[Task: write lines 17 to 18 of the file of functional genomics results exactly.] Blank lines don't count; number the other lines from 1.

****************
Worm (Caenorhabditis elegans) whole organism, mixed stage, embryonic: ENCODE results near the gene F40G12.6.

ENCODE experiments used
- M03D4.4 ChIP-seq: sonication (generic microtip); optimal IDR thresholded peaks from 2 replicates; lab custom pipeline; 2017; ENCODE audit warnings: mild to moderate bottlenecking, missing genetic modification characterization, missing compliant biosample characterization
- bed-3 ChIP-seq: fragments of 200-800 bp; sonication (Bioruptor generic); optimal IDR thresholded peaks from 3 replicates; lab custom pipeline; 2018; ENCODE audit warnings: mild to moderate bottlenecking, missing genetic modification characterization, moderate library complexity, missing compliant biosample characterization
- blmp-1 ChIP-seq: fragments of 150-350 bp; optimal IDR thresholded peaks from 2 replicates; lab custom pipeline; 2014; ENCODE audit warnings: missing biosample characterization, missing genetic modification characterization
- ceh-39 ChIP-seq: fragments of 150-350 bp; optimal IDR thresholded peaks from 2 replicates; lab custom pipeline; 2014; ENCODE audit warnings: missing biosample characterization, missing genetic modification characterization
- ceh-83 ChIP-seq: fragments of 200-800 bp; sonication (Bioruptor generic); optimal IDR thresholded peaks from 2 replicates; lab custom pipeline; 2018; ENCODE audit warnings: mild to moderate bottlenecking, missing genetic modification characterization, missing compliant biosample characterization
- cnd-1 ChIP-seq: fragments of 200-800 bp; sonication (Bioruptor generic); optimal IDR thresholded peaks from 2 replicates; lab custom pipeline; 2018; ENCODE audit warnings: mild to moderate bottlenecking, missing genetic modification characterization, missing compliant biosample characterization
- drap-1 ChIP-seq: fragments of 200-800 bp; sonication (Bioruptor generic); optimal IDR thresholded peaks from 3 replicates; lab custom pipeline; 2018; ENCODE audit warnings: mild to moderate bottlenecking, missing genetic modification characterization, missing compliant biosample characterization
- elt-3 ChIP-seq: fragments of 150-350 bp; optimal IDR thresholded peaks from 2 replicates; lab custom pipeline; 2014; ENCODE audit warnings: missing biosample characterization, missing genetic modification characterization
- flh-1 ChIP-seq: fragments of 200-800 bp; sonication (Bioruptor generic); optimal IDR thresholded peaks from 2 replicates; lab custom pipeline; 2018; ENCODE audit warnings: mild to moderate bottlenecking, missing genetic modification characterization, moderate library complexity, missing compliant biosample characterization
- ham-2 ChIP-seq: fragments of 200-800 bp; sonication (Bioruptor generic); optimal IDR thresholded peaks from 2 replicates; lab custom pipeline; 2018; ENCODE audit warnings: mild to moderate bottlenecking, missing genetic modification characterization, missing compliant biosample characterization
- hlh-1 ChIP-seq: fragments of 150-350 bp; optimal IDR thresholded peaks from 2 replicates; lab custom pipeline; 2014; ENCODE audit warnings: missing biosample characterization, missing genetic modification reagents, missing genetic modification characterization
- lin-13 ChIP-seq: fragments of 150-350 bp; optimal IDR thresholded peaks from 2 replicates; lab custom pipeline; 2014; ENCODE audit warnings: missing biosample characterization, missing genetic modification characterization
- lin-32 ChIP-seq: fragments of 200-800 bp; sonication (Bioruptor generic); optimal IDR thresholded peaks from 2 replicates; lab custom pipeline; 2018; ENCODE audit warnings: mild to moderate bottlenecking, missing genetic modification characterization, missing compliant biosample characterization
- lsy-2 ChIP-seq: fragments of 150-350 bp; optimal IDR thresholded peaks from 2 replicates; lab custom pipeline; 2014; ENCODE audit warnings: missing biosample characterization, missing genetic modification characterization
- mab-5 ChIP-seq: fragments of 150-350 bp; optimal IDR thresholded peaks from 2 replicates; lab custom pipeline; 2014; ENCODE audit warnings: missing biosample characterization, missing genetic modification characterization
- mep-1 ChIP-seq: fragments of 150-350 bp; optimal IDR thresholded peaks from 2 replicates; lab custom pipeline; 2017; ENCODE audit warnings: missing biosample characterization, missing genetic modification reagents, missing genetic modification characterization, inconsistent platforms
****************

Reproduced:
- mab-5 ChIP-seq: fragments of 150-350 bp; optimal IDR thresholded peaks from 2 replicates; lab custom pipeline; 2014; ENCODE audit warnings: missing biosample characterization, missing genetic modification characterization
- mep-1 ChIP-seq: fragments of 150-350 bp; optimal IDR thresholded peaks from 2 replicates; lab custom pipeline; 2017; ENCODE audit warnings: missing biosample characterization, missing genetic modification reagents, missing genetic modification characterization, inconsistent platforms